The Current Food System Is Unsustainable

Food is a vital component of human health, yet the current food system comes at an enormous cost to both human and environmental health, and to the livelihoods of the world’s poorest. The food sector accounts for 30% of the world’s total energy consumption, and 22% of greenhouse gas emissions. Nearly one-third of food produced globally never makes it into a mouth – an amount that could feed 2 billion people.

Beyond draining already-threatened natural resources, food waste has serious economic impacts along the food supply chain, representing over $1 trillion in value lost for producers, processors, and retailers. Losses are highest among the most profitable and nutritious foods such as animal products and fresh fruits and vegetables, which are highly perishable. Rather, ultra-processed foods—often containing few micronutrients and unhealthy amounts of salt and sugar—pervade the market due to their long shelf life and relative cheapness compared to fresh foods.

Opportunities to Increase Sustainability Across the Food System

ACDI/VOCA recognizes that transforming food systems to be more sustainable is an immediate priority to protect human and planetary health. This transformation does not need to come at the expense of economic prosperity; sustainable food systems transformation is an opportunity to support stable, diversified livelihoods, ensure resilience in agriculture and markets, and improve food security.

 ACDI/VOCA utilizes opportunities to enhance sustainable production and consumption across the food system by:

• Demonstrating the economic benefits of resource-efficient production and processing practices

• Building demand for healthy, sustainable diets including local nutritious climate-resilient crops

• Building capacity of retailers to assess and meet consumer demand for eco-friendly products

• Promoting practices and technologies that reduce spoilage and loss among all actors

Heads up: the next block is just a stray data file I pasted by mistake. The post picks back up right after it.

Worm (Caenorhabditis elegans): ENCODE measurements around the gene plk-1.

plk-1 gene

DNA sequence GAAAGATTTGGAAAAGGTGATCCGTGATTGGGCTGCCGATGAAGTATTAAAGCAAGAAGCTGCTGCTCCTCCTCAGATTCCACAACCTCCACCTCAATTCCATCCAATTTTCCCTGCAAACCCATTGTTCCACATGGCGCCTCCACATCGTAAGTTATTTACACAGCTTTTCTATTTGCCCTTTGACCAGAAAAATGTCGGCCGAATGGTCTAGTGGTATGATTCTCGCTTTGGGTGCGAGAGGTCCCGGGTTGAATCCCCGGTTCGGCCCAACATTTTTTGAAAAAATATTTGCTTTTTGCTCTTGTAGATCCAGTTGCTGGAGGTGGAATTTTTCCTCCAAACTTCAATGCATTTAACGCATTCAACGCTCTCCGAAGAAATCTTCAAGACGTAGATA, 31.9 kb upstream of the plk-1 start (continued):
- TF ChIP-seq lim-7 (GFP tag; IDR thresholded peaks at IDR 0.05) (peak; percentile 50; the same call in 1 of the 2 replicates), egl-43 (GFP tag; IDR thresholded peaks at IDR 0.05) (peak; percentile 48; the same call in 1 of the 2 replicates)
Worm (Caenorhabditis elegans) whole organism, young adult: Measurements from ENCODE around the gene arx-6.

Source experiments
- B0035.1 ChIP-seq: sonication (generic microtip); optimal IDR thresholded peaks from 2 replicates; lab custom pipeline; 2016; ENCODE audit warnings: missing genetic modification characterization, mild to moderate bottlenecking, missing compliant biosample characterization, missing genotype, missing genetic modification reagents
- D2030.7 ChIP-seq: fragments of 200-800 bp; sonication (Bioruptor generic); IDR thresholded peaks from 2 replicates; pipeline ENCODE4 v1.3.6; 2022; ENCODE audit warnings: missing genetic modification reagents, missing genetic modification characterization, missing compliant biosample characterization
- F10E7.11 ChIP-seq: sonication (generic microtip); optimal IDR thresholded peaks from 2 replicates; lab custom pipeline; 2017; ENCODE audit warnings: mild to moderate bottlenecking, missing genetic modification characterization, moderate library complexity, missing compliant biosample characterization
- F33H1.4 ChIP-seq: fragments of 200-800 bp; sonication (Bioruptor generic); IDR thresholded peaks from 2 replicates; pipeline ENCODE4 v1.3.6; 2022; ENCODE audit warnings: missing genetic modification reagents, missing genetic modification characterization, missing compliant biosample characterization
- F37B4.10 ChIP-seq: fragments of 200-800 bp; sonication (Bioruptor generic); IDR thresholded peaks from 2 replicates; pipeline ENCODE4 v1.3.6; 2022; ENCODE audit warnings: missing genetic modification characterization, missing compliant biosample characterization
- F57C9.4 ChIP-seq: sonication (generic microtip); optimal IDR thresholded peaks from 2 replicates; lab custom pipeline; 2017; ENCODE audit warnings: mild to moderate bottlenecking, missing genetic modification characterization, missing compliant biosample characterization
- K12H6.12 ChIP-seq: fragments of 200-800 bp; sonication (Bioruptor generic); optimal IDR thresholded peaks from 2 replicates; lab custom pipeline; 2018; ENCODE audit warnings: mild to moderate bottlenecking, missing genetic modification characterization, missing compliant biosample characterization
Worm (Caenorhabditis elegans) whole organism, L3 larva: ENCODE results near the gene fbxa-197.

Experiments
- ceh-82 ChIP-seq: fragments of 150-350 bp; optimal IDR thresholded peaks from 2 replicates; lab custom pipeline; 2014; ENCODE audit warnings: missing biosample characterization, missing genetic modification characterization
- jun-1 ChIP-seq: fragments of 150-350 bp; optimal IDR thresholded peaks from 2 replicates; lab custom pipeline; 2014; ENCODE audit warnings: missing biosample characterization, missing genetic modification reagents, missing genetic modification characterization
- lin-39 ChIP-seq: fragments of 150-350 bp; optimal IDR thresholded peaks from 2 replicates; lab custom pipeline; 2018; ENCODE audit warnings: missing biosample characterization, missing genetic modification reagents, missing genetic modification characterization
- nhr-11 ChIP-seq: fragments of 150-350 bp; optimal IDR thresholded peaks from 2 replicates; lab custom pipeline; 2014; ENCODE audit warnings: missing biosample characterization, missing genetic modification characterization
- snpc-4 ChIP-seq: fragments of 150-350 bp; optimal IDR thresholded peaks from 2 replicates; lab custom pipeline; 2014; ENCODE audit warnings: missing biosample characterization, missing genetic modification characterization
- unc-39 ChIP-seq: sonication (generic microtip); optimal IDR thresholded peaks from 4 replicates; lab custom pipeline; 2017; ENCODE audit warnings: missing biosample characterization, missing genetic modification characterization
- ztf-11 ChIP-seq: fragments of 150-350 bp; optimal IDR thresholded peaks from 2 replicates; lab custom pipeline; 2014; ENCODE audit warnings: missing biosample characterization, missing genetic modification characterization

Food System Sustainability at Work in Our Projects

Reducing food waste through post-harvest handling: In Burkina Faso, the USAID-funded Victory Against Malnutrition Plus (ViMPlus) Activity trained women’s groups on solar drying techniques to preserve green leafy vegetables for consumption throughout the lean season. Drying the vitamin-A rich leaves prevents waste in the rainy season, when they grow in excess, and allows households to save income in the lean season when vegetables are most expensive.

Promote consumption of sustainable crops and improve shelf-life: The Walmart Foundation-funded APFMRP II project in India, implemented by affiliate Tanager, has worked with farmer-producer organizations (FPOs) to develop nutritious and desirable millet products. The grain is less resource-intensive than many other staple crops grown in the region, and high in fiber and minerals. The FPO has also installed improved nitrogen-flush packaging technology, drastically increasing the shelf life of the millet products.

Access other stories in the Food Systems Series

“ACDI/VOCA’s Conceptualization of and Approach to Transforming Food Systems,” published 8/25/2021

“ACDI/VOCA Transforms Food Systems for Nutrition,” published 9/1/2021